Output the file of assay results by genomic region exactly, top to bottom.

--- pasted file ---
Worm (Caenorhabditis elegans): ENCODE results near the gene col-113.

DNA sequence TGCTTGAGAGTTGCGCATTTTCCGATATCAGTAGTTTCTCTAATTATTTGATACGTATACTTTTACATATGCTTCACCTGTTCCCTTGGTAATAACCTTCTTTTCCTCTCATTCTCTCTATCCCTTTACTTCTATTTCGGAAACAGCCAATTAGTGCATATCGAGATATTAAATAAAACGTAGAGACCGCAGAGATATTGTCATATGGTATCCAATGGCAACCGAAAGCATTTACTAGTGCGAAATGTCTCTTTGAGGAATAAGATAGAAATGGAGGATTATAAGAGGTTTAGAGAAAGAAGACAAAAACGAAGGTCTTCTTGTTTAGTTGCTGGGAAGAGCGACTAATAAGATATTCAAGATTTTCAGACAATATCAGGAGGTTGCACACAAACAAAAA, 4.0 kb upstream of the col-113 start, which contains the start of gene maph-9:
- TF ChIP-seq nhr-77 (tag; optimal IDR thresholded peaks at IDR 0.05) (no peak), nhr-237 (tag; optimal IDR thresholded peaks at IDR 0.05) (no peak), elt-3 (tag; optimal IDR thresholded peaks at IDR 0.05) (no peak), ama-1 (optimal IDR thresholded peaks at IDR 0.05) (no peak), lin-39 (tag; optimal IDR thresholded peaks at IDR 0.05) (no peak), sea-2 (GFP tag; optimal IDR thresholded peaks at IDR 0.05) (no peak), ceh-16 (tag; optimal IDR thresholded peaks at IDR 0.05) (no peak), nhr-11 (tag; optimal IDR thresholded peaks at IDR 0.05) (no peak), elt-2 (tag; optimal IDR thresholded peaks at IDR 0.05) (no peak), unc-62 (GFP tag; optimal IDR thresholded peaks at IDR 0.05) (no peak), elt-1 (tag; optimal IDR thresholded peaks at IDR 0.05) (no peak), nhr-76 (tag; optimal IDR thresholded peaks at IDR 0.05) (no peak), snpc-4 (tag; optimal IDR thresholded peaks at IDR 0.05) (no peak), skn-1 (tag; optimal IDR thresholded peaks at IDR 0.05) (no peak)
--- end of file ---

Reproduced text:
Worm (Caenorhabditis elegans): ENCODE results near the gene col-113.

DNA sequence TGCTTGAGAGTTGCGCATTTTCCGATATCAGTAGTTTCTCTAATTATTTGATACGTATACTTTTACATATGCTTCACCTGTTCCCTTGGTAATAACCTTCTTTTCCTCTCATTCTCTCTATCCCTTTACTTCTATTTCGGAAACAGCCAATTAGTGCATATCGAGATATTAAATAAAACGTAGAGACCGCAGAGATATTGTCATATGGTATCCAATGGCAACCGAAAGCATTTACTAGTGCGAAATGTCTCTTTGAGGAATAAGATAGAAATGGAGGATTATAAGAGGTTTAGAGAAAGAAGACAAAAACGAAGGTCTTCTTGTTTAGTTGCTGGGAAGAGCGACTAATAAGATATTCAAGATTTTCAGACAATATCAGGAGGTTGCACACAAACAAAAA, 4.0 kb upstream of the col-113 start, which contains the start of gene maph-9:
- TF ChIP-seq nhr-77 (tag; optimal IDR thresholded peaks at IDR 0.05) (no peak), nhr-237 (tag; optimal IDR thresholded peaks at IDR 0.05) (no peak), elt-3 (tag; optimal IDR thresholded peaks at IDR 0.05) (no peak), ama-1 (optimal IDR thresholded peaks at IDR 0.05) (no peak), lin-39 (tag; optimal IDR thresholded peaks at IDR 0.05) (no peak), sea-2 (GFP tag; optimal IDR thresholded peaks at IDR 0.05) (no peak), ceh-16 (tag; optimal IDR thresholded peaks at IDR 0.05) (no peak), nhr-11 (tag; optimal IDR thresholded peaks at IDR 0.05) (no peak), elt-2 (tag; optimal IDR thresholded peaks at IDR 0.05) (no peak), unc-62 (GFP tag; optimal IDR thresholded peaks at IDR 0.05) (no peak), elt-1 (tag; optimal IDR thresholded peaks at IDR 0.05) (no peak), nhr-76 (tag; optimal IDR thresholded peaks at IDR 0.05) (no peak), snpc-4 (tag; optimal IDR thresholded peaks at IDR 0.05) (no peak), skn-1 (tag; optimal IDR thresholded peaks at IDR 0.05) (no peak)